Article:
News Story

State Dems Want Public Education To Do And Spend More

Universal preschool programs could cost taxpayers $826.5 million

On the campaign trail, Gretchen Whitmer, now the governor-elect, made expanding public education in Michigan one of her main priorities. In the final weeks of the current legislative session, Democrats have begun putting some of these proposals into bill form.

On Nov. 8, Democratic Sens. Hoon-Yung Hopgood of Taylor and Vincent Gregory of Southfield introduced a bill that would add $140 million to the current school funding budget to cover the cost of preschool for all 4-year-olds whose household income makes them eligible for the state’s programs. The bill then adds another $182 million to expand eligibility to 3-year-olds.

Expanding preschool is just one of a number of changes to education Democrats in the Michigan Legislature will likely pursue in the next two years, including more career training programs and adding more nonteaching staff in schools.

One of Whitmer’s main proposals, and also one of the most expensive, is expanding the current state preschool program called the “Great Start Readiness Program” to all Michigan 4-year-olds over a four-year period.

In early October, then-candidate Whitmer’s campaign suggested to Bridge Magazine that a universal preschool program could cost $600 million annually. Whitmer’s transition team did not respond to emails and a phone call seeking to confirm this figure. The state’s education department also declined to offer an estimate on the program’s cost.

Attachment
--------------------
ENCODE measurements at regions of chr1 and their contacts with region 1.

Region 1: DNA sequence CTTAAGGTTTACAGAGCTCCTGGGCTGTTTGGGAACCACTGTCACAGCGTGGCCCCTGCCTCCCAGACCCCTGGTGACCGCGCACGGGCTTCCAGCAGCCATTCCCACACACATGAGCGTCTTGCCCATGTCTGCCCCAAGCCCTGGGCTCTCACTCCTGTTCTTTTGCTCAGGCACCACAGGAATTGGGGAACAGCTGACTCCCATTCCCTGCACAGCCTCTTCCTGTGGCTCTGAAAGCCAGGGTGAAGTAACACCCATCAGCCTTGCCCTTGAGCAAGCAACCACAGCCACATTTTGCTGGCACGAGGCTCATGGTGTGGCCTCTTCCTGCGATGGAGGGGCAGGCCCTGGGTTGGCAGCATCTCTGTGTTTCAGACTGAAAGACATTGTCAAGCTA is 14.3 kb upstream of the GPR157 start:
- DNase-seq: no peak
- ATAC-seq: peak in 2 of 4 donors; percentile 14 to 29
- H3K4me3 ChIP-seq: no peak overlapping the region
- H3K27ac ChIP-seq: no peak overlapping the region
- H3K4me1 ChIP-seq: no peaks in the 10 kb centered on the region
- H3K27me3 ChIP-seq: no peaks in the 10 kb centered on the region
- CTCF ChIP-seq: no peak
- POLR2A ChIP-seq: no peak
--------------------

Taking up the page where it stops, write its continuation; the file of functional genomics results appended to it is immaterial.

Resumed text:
Calculations by Michigan Capitol Confidential suggest that Whitmer’s campaign estimates were low. Providing $7,250 in funding for each of the roughly 114,000 4-year-olds in the state would cost Michigan residents $826.5 million, or roughly $582.9 million more than is currently budgeted for taxpayer-funded preschool.

Some universal preschool advocates have called for increasing the dollar amount per child, which would further increase these numbers.

The $826.5 million estimate is probably high because it assumes that all Michigan parents would choose to enroll their 4-year-olds in the program. Other states have offered universal public preschool, and the enrollment rate of resident 4-year-olds in those states has not exceeded 77 percent, according to the National Institute for Early Education Research. If a Michigan program enrolled 80 percent of the state’s 4-year-olds, that would cost $661.2 million, which is closer to the Whitmer campaign’s estimate.

In 2018, about 47 percent of Michigan 3-year-olds and 4-year-olds are enrolled in some sort of preschool program, according to data from the Michigan League for Public Policy.